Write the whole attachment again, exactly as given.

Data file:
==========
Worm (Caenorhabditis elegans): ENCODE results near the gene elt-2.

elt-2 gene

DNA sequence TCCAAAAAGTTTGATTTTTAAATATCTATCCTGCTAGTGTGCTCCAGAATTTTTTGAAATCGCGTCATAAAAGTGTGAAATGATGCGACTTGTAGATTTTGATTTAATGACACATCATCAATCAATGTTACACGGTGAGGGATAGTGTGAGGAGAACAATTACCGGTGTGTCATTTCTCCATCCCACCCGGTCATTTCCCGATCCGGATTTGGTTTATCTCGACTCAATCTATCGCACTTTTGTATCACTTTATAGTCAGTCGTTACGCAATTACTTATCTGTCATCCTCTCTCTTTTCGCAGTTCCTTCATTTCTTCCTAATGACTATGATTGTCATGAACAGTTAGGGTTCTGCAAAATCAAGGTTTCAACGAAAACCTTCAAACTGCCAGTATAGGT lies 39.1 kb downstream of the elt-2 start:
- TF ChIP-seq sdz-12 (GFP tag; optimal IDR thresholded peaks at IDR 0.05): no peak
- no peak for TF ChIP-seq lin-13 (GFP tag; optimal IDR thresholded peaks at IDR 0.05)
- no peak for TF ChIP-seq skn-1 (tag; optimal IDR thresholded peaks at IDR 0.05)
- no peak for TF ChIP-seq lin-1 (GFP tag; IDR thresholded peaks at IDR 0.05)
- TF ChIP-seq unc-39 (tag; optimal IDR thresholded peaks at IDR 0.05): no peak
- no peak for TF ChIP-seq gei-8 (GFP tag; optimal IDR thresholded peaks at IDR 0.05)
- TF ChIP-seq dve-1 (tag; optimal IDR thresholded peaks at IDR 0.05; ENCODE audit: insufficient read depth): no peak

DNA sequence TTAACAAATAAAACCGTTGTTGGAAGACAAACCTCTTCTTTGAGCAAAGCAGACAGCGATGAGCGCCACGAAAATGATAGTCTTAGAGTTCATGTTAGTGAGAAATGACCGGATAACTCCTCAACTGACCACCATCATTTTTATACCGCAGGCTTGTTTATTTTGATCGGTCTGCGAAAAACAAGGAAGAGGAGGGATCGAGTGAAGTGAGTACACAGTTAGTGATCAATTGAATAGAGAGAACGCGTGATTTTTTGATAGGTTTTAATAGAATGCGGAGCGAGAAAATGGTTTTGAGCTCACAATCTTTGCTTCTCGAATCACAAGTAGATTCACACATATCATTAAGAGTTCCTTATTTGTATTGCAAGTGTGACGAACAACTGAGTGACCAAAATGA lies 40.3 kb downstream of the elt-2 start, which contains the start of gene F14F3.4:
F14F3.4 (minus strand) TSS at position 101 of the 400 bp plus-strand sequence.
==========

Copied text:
Worm (Caenorhabditis elegans): ENCODE results near the gene elt-2.

elt-2 gene

DNA sequence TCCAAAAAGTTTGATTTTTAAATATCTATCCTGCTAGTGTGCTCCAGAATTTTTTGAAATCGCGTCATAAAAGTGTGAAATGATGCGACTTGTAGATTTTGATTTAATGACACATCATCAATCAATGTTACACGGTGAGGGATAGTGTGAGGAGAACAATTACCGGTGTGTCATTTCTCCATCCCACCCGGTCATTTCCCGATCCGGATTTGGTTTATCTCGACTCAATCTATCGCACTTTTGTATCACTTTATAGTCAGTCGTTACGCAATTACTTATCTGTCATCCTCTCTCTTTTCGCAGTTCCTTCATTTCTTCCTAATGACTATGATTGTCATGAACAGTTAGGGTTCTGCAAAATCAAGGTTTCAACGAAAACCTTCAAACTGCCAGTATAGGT lies 39.1 kb downstream of the elt-2 start:
- TF ChIP-seq sdz-12 (GFP tag; optimal IDR thresholded peaks at IDR 0.05): no peak
- no peak for TF ChIP-seq lin-13 (GFP tag; optimal IDR thresholded peaks at IDR 0.05)
- no peak for TF ChIP-seq skn-1 (tag; optimal IDR thresholded peaks at IDR 0.05)
- no peak for TF ChIP-seq lin-1 (GFP tag; IDR thresholded peaks at IDR 0.05)
- TF ChIP-seq unc-39 (tag; optimal IDR thresholded peaks at IDR 0.05): no peak
- no peak for TF ChIP-seq gei-8 (GFP tag; optimal IDR thresholded peaks at IDR 0.05)
- TF ChIP-seq dve-1 (tag; optimal IDR thresholded peaks at IDR 0.05; ENCODE audit: insufficient read depth): no peak

DNA sequence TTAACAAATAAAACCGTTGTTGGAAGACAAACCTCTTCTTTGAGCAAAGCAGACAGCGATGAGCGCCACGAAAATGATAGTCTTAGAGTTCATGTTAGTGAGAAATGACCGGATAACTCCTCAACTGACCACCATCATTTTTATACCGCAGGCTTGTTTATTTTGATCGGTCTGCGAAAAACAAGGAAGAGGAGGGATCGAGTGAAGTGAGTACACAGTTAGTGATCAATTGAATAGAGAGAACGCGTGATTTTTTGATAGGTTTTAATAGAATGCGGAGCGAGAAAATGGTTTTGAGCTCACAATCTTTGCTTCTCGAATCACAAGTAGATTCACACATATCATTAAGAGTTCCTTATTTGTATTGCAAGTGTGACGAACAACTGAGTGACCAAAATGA lies 40.3 kb downstream of the elt-2 start, which contains the start of gene F14F3.4:
F14F3.4 (minus strand) TSS at position 101 of the 400 bp plus-strand sequence.